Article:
AJP caught up with the NAPSA president and recent graduate at the student congress in Newcastle this month
Erin Cooper has been president of the National Australian Pharmacy Students’ Association (NAPSA) for six months now, having taken over from Jess Hsiao in July 2019.
She recently graduated from her Bachelor of Pharmacy at Charles Sturt University in Orange, NSW in December, and is now three weeks into her internship at Capital Chemist Wanniassa in Canberra.
Here we chat with her about how students are feeling about the profession, and her goals over the next year.
How are students feeling about the future of pharmacy?
I believe the mood is quite positive at the moment, especially compared to when I started. When I first started studying, I feel like there was this myth going around that there were no jobs in pharmacy, people asking me ‘why are you doing pharmacy?’
But I feel like that has changed a lot especially with the students. I think there is a lot more positive approach to the future we have as pharmacists – we have somewhere to go, and there’s no concern about jobs or future employment.
What has led to that positivity?
The fact that a lot of the organisations have got more involved with the students and early career pharmacists to create that – the early career pharmacists are a great demographic and they’re very passionate and they’re very encouraging with the students.
It’s really good to have created that group and it’s a way to get students more involved, and the students can see what the profession does, especially people who are very close in age, fresh out [of uni].
Having that involvement with the students has increased the positivity, they can see firsthand what they can achieve. You can see it doesn’t take you 20 years to get somewhere.
As for myself, I’ve always had a pretty positive outlook on pharmacy since the beginning. I don’t know if that’s coming from a regional area where I know there are lots of job opportunities, but I’ve had no lulls across the four years [of study]. And just starting my internship has sparked a bit more excitement – I’m really excited to continue and see where it takes me.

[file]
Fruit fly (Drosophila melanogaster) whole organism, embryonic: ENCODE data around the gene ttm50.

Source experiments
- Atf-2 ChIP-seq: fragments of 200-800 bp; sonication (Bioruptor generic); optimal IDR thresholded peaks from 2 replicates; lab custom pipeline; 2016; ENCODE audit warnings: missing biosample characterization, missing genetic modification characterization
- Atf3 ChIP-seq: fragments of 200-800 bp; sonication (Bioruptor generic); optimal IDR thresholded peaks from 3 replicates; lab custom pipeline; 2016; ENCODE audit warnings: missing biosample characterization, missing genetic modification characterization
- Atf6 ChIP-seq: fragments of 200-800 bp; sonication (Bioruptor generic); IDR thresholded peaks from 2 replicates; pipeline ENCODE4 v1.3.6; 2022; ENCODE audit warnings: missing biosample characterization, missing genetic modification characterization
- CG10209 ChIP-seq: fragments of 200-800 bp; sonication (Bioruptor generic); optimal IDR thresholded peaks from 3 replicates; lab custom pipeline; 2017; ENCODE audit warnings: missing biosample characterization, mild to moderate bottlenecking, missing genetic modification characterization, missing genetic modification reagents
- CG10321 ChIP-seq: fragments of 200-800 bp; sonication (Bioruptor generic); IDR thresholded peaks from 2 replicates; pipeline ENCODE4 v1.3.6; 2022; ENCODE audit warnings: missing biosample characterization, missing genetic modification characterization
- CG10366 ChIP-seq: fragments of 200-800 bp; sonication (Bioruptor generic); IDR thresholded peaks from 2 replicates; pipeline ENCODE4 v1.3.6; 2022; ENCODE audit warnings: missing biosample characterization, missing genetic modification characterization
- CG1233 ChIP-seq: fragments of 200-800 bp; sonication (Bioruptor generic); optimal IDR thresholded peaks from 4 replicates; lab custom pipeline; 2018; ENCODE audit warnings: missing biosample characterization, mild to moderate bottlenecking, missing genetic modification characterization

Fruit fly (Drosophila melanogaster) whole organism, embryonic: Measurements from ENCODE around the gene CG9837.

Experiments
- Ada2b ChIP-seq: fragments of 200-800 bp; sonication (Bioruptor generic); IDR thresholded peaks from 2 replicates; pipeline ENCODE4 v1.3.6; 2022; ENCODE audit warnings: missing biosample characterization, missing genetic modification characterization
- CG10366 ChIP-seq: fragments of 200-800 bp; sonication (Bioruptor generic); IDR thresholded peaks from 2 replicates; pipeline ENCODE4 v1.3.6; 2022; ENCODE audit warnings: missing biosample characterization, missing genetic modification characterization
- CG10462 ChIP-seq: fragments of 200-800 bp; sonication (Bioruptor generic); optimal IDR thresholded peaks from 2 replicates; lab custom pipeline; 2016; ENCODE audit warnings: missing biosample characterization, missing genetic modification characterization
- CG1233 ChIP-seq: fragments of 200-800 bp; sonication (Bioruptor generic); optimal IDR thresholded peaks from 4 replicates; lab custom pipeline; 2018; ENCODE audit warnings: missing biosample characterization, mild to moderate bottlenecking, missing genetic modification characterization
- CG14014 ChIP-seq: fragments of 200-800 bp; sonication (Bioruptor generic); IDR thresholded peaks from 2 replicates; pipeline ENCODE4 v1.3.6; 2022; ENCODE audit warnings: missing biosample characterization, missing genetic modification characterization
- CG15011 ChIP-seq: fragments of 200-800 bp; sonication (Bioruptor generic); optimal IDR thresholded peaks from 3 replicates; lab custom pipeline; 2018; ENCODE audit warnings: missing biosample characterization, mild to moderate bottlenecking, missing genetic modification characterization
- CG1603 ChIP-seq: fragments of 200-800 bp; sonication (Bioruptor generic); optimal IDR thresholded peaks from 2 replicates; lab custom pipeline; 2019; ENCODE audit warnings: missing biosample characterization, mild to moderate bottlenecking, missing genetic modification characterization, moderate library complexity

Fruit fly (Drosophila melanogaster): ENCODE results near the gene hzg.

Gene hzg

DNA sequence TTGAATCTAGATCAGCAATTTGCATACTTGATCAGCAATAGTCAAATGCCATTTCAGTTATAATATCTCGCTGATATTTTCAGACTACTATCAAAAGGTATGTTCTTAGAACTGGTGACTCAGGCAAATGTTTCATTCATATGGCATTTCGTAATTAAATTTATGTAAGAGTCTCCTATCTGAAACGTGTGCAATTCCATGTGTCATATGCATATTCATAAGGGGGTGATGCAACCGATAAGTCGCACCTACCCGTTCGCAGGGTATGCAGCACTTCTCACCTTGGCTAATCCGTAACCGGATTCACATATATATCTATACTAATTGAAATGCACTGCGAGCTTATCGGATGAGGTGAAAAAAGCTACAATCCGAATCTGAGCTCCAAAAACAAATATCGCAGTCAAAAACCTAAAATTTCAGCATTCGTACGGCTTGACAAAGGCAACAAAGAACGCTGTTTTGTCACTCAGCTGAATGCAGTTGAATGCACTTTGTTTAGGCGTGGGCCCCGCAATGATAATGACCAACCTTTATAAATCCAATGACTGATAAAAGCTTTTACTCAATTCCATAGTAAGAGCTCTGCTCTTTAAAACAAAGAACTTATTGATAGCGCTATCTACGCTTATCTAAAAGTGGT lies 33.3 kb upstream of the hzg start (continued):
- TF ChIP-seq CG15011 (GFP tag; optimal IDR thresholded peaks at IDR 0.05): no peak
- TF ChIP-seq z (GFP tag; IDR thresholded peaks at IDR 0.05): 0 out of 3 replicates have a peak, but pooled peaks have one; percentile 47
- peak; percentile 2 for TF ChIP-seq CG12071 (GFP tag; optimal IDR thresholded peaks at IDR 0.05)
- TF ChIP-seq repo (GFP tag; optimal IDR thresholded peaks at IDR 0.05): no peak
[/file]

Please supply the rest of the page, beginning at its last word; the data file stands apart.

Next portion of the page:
What are you looking forward to in your internship?
Just a lot more hands-on experience, getting to apply everything we’ve learnt so far. I think where I am doing my internship is very professional services focused, so I’m very excited to learn about all those professional services and be able to offer them to our patients to improve their health. And getting to spend a lot of time with patients and speak with them about their issues.
Do you think your degree set you up well for your internship and career?
Speaking to everyone at all these events, no matter whether we get the same degree at the end – they’re all so different. I’ve been pretty lucky, I had a really practical, hands-on degree and especially had such small numbers, so it made it really nice and really personal as well.
What are currently the biggest topics and issues for students?
The biggest thing for students, from people I’ve spoken to, is that they’re very concerned with the future. In pharmacy it’s very topical at the moment with lots of organisations wanting to organise new services for pharmacy, introduction of prescribing etc… I think it’s just the unknown of what the future could be, and lobbying towards improving what we can do in the future and ensuring we can learn those skills now so that we have an easy transition into whatever the future may be.
There’s always a big trend towards hospital over community pharmacy, I think our NPSS results showed this year it has decreased, it’s evened out a little bit. I think a lot of the students are still concerned that they don’t get enough education and information regarding the different areas to go once they finish. Some students say they don’t get enough hospital education or understanding, so making sure they understand and can explore all their options and feel equipped to make a selection and not be forced down any path.
Has pharmacy ownership ever been something that’s interested you?
It can be something for me to consider in the future, but not anything I’ve thought about at the moment as I’ve just started my internship.
It’s been really helpful the last couple of years at Congress we’ve had some really good business information streams, so hearing from lots of young owners about how to achieve [that] is really good from a student perspective.
I think that has really encouraged lots of students who have attended Congress, and inspired them a bit more to own as they’ve been shown the way to go about it.
What are you enjoying most about being NAPSA president?
I really enjoyed being able to communicate with all the pharmacy associations quite closely, especially through the meetings and events I’ve attended. I feel like I’ve learnt a lot more about the entire pharmacy profession which has been really nice and just getting to help steer where our student association goes, to make sure we’re giving the most for our students and ensuring that NAPSA continues to help them in the future.
Are there any specific things on your agenda over the next six months?
At the moment we’re still looking at improving communication between all of our branches, and to try and work together to improve memberships as a whole as there was a bit of a lull in memberships and people wanting to get involved, which is picking up again. We’re hoping to improve that again, build our numbers, and helping all the branches do that – from the littlest to the biggest!